As Washington stands at a pivotal moment in shaping its energy future, it becomes increasingly clear that adopting sensible, forward-thinking solutions is crucial for a reliable, cost-effective, and environmentally sound power grid. It's time for our state to embrace energy policies that genuinely prioritize the well-being of its residents. The Power Washington plan, a comprehensive strategy I advocate for, is designed to confront and resolve critical issues within our energy...

  • Take 'Gotcha!' out of records requests

    Joe Schmick|Updated Feb 14, 2024

    When state voters adopted the state's Public Records Act in 1972, they wanted to make sure state, county and city governments operate openly and are transparent to the people. They recognized the best way to ensure transparency and accountability is to require most government records are made available to the public. The PRA, however, was never intended to help some make money at the expense of governments. Unfortunately, there are a few "vexatious requesters" who learned how...

  • Recycling EV batteries a huge effort

    Don C. Brunell|Updated Feb 8, 2024

    Each year Americans throw away more than three billion batteries constituting 180,000 tons of hazardous material. The situation is likely to get worse as the world shifts to lithium batteries to power a massive influx of electric vehicles (EV). It needs immediate attention. Everyday-green.com reported more than 86,000 tons of single-use alkaline batteries (AAA, AA, C and D) are thrown away yearly. They power electronic toys and games, portable audio equipment and flashlights a...

  • Expose dam plan to reality

    Don C. Brunell|Updated Jan 17, 2024

    The $33 billion secret Snake River Dam plan that President Biden and friends cooked up in the White House basement needs to be exposed to the light of day and thoroughly aired by all. It is time to assess how it might work in the real world rather than wait and see what happens once it is implemented. While $33 billion may seem like “walking around” money to a President who tosses around trillion-dollar programs like horseshoes at the church picnic, the amount is equal to the...

  • Military money is Golden Egg

    Don C. Brunell|Updated Jan 12, 2024

    Aesop’s fable warns against killing the goose laying golden eggs. The tale’s origins date to 600 B.C. and tells of the greedy farmer who foolishly killed the prized goose to get to the gold’s source and ended up with nothing. Skeptics in our nation’s capital today quip that politicians are greedy, self-serving and tone deaf and are cooking their own geese and all of us too. Those controlling the “other Washington” have us drowning in debt. According to the U.S. Treasury, w...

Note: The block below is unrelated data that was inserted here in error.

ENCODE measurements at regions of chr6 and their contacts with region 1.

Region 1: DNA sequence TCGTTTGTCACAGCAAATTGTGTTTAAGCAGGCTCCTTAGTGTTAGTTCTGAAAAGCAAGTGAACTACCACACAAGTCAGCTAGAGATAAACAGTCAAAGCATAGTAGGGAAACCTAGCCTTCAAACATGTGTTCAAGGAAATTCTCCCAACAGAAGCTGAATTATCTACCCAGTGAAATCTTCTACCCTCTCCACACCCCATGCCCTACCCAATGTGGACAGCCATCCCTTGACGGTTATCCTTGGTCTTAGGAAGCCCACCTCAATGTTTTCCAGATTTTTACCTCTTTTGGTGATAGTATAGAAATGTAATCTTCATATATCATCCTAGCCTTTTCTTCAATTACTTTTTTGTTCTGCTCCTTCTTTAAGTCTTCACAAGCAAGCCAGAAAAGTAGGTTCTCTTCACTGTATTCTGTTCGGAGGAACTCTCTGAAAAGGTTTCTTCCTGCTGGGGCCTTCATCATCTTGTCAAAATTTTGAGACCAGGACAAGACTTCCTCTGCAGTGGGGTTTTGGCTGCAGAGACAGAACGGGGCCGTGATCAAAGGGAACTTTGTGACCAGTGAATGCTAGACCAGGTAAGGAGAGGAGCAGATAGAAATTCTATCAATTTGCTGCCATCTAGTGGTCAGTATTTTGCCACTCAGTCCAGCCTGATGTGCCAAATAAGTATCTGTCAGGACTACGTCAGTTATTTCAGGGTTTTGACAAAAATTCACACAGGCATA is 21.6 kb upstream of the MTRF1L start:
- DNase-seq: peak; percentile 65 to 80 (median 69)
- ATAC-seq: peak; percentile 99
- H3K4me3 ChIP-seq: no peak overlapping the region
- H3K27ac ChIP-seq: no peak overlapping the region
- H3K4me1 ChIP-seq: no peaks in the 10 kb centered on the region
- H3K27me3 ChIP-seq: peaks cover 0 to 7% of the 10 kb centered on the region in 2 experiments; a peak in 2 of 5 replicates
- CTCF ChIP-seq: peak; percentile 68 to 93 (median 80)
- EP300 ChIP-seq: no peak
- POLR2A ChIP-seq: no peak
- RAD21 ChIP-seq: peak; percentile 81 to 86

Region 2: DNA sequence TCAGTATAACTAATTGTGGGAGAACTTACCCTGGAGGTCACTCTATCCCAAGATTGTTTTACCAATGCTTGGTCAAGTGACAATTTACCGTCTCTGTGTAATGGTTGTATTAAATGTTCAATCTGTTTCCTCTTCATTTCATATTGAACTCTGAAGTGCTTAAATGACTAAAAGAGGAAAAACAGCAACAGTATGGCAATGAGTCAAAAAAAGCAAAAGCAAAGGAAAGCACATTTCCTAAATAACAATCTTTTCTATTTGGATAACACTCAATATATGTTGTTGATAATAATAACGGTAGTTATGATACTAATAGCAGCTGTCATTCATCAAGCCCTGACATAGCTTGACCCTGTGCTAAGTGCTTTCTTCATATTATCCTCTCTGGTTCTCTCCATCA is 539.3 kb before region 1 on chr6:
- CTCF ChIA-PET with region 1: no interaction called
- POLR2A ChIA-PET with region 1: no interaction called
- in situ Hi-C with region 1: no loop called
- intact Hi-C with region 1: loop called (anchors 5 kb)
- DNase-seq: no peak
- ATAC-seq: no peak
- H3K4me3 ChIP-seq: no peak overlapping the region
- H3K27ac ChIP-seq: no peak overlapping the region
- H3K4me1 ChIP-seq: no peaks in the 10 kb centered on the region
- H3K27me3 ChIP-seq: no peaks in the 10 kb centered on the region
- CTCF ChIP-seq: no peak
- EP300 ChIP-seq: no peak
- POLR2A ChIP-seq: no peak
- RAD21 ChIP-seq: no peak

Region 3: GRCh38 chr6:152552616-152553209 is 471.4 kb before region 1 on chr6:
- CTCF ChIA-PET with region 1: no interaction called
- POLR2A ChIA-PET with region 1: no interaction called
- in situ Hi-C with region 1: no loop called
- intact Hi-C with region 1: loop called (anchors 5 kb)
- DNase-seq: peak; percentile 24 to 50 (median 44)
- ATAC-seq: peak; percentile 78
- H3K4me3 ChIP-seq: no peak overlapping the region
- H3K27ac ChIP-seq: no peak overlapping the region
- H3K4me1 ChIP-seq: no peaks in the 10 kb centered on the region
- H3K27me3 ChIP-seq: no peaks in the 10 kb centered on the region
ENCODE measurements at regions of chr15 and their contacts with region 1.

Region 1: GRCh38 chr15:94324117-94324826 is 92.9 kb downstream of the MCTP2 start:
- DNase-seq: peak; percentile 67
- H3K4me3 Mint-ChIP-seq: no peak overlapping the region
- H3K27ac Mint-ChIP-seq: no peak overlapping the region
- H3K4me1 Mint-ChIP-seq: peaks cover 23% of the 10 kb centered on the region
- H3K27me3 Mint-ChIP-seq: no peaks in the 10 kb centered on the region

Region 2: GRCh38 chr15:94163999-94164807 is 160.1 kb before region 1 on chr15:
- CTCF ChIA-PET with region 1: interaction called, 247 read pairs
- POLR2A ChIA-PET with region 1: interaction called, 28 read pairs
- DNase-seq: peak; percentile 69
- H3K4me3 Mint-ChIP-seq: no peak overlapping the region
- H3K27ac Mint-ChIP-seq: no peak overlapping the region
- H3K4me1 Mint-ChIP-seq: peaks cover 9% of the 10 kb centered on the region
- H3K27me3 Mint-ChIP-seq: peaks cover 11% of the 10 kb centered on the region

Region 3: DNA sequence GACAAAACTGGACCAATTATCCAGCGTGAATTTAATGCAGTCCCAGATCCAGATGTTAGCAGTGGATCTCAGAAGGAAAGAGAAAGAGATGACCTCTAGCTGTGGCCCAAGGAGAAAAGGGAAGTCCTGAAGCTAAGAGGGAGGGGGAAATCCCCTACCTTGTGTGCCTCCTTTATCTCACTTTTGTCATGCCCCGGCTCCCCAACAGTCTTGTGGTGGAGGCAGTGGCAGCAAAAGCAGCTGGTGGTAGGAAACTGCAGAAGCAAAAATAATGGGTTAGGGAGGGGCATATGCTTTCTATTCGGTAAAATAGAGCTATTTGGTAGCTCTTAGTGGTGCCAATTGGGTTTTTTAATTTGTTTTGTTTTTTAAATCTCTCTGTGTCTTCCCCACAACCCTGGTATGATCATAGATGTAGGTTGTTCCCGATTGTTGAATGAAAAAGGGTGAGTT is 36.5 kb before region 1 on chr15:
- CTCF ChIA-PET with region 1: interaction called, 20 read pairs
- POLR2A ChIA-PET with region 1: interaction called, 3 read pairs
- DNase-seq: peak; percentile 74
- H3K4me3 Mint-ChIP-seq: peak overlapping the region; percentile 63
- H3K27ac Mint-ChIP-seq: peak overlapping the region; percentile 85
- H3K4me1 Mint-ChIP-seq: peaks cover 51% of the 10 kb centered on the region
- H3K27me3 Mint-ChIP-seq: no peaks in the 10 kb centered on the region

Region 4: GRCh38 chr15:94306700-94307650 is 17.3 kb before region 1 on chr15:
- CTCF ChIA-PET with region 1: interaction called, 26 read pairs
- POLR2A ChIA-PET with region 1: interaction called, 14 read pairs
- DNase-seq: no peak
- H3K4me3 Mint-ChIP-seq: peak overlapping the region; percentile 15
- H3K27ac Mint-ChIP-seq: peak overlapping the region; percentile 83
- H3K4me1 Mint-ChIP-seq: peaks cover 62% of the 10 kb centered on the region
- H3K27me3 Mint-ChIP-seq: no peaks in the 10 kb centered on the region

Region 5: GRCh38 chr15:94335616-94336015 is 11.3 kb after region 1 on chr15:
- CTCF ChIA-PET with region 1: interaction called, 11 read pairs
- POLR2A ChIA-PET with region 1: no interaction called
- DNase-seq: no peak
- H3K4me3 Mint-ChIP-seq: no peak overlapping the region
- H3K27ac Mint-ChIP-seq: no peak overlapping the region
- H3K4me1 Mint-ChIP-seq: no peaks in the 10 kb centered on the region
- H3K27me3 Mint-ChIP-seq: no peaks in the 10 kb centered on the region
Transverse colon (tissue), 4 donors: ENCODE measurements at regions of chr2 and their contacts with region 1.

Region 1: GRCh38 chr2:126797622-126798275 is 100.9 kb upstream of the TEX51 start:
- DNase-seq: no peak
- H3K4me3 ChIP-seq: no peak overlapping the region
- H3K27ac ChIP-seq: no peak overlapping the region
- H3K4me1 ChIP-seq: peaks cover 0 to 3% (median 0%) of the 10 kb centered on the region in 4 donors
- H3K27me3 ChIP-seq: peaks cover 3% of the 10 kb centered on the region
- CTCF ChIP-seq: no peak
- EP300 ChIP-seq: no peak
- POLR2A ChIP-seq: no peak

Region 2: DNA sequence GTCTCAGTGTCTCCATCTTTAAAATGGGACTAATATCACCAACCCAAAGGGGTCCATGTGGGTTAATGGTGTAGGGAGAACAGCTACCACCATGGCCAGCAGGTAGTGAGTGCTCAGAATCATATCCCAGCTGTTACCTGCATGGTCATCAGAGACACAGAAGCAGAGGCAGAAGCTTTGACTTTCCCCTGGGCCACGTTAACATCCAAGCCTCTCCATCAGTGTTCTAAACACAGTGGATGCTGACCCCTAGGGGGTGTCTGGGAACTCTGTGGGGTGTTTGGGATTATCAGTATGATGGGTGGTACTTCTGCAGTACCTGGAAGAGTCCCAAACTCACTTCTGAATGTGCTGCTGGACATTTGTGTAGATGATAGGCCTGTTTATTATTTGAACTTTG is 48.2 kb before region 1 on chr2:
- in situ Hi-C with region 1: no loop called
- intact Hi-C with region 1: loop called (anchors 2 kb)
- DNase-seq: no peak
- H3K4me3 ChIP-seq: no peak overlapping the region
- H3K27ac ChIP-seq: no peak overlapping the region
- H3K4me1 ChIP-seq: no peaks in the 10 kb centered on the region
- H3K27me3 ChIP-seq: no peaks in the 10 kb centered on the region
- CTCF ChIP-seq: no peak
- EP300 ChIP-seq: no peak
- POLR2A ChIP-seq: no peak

• Legislative priorities this year

    Sen. Mark Schoesler|Updated Jan 12, 2024

    Monday featured opening-day ceremonies in the Senate and House chambers, followed by a joint legislative session in the House chamber on Tuesday for Gov. (Jay) Inslee’s final state of the state address. Because this is considered a “short session,” fewer bills will be introduced and considered than in last year’s 105-day session. The main objectives for legislators this year will be to create and pass supplemental operating, capital and transportation budgets. For me and my...

  • Natural gas code violates state law

    Todd Myers, Washington Policy Center|Updated Jan 3, 2024

    Washington’s State Building Code Council has once again adopted rules designed to eliminate natural gas energy for new residential and commercial construction. The original proposal was modified when a similar regulation adopted by the city of Berkeley, Calif., was overturned by the U.S. Ninth Circuit Court of Appeals. Like the previous version, the new rules were pushed through the process without providing adequate information about the costs of the new regulations. For exam...

  • A policy wish list for Santa, lawmakers

    Jason Mercier, Mountain States Policy Center|Updated Jan 3, 2024

    With shopping behind us, it is time o turn to Santa for those final Christmas presents on our wish list. After comparing the options and reviewing the data on which ones will help bring taxpayers joy in 2024, here are five of the high-demand policy gifts sure to delight users of all ages. 1. A Sherlock Holmes tax transparency bundle kit. Enjoy hours of sleuthing and tax mystery-solving with your favorite detective’s personal kit for understanding taxes. Included in the e...

  • Finding the power for Christmas lights

    Don C. Brunell|Updated Jan 3, 2024

    It is that time of year when people put up their outside holiday lights and displays. Judging from our neighborhood they are decorating more than usual. In our country 90 percent of individuals say they plan to celebrate the holidays this year. Total retail sales between Thanksgiving and Christmas are projected to reach $957 billion. The setting for the National Lampoon’s Christmas Vacation is reminiscent of bedecked suburban communities. Clark Griswold decorates every foot o...